As the period of self-isolation and social distance stretches on, you might reach the point where the novelty of games, Netflix, video calls with friends and family can start to wear off.

The good news is, you could use this opportunity to crack open a great book. Nobody would choose these circumstances to tackle their to-be-read pile, but books have a distinct role to play in times of chaos. There’s always that one book (or two or three) whose continuing virgin state becomes a source of irritation.

Sometimes those books are daunting because of their size; in other cases, it just never feels like the right time. But right now whilst we are all still in self-isolation you can finally read the books that you intended to read over the years without actually reading.

In the next couple of weeks, you can read a few of your favourite books to improve your skills or personal efficiency. Here are 10 recommendations that can help you work better, take care of yourself, manage your health and take care of your family.

1. How to Survive the End of the World as We Know It: Tactics, Techniques, and Technologies for Uncertain Times by James Wesley Rawles

The definitive guide on how to prepare for any crisis — from global financial collapse to a pandemic. “Civilization is still standing now, but that does not mean it always will… We’d better know what to do in the event of a deadly viral pandemic, major asteroid strike, unprecedented hyperinflationary (or deflationary) economic depression, third World War, or any other global disaster, Rawles argues.” — The Futurist

2. Notes on a Nervous Planet by Matt Haig

“An honest and human guide to coping with the modern world . . . Notes on a Nervous Planet is generous, sensible and timely. Reading it will probably be good for your mental health. Especially if you leave your smartphone in another room . . . Thought-provoking” — The Guardian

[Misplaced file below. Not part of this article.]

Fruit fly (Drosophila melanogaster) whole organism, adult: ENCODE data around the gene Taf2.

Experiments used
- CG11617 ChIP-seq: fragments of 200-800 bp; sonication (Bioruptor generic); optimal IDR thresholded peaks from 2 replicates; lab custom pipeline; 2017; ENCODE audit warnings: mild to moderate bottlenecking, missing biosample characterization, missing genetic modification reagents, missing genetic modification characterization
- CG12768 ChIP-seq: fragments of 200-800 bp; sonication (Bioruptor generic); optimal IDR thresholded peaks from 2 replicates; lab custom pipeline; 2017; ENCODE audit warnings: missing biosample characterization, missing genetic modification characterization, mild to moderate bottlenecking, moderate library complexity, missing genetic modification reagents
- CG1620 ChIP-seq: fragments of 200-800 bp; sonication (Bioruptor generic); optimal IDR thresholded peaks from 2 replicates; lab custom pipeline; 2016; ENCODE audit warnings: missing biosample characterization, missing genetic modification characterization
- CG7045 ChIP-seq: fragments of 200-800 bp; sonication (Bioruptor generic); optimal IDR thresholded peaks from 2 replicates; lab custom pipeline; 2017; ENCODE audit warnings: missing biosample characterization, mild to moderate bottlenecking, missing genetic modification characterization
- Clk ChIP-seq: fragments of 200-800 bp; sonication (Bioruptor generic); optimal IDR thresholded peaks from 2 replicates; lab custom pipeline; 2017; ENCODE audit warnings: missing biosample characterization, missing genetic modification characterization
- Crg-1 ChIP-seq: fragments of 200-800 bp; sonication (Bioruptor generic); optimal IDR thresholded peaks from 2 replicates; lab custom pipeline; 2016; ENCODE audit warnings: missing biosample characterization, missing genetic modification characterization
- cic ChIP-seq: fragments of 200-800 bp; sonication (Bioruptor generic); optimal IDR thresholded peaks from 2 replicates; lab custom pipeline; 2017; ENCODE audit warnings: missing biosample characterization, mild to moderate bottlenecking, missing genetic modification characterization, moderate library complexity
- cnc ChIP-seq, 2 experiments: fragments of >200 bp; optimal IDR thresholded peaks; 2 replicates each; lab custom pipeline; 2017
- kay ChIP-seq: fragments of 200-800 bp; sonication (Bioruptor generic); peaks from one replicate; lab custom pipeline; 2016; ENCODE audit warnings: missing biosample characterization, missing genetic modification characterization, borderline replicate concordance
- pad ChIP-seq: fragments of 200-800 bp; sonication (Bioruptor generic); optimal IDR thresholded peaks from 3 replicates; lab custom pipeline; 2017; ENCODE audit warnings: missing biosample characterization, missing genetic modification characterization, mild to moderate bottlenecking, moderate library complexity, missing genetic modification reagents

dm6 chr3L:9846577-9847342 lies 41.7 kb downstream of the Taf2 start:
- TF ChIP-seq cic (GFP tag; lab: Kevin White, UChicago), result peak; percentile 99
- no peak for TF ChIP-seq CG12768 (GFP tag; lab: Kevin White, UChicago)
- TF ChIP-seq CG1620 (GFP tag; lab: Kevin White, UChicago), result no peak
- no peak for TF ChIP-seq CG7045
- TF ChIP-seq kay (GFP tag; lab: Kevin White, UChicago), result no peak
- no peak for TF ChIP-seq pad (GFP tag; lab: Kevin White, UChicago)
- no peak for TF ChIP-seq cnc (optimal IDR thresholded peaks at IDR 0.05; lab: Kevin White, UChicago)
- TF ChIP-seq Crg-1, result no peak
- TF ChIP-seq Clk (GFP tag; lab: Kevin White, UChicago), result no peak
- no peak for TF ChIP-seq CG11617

3. Work Together Anywhere: A Handbook on Working Remotely — Successfully — for Individuals, Teams, and Managers by Lisette Sutherland and Kirsten Janene-Nelson

“Having thoroughly researched digital work-life and virtual teamwork — and then practicing and perfecting what she’s learned — Lisette can teach you everything you need to know to be a success in the remote-work arena.” — From the foreword by Jurgen Appelo

4. Great at Work: How Top Performers Do Less, Work Better, and Achieve More by Morten Hansen

“In this groundbreaking book, Morten Hansen delivers on the genius of “and:” rigorous and relevant, research-driven and well-written, empirical and empowering, timeless and practical, full of big concepts and useful tips. Hansen’s work is truly distinctive in the genre of professional effectiveness, and a tremendous contribution. This is a book I will read more than once, and reference forever.” — Jim Collins, author of Good to Great, co-author of Built to Last and Great by Choice

5. Self-Care for the Real World: Practical self-care advice for everyday life by Nadia Narain and Katia Narain Phillips

‘Unusually practical, non-patronising and authentic. Think Marie Kondo for the mind’ — Sunday Times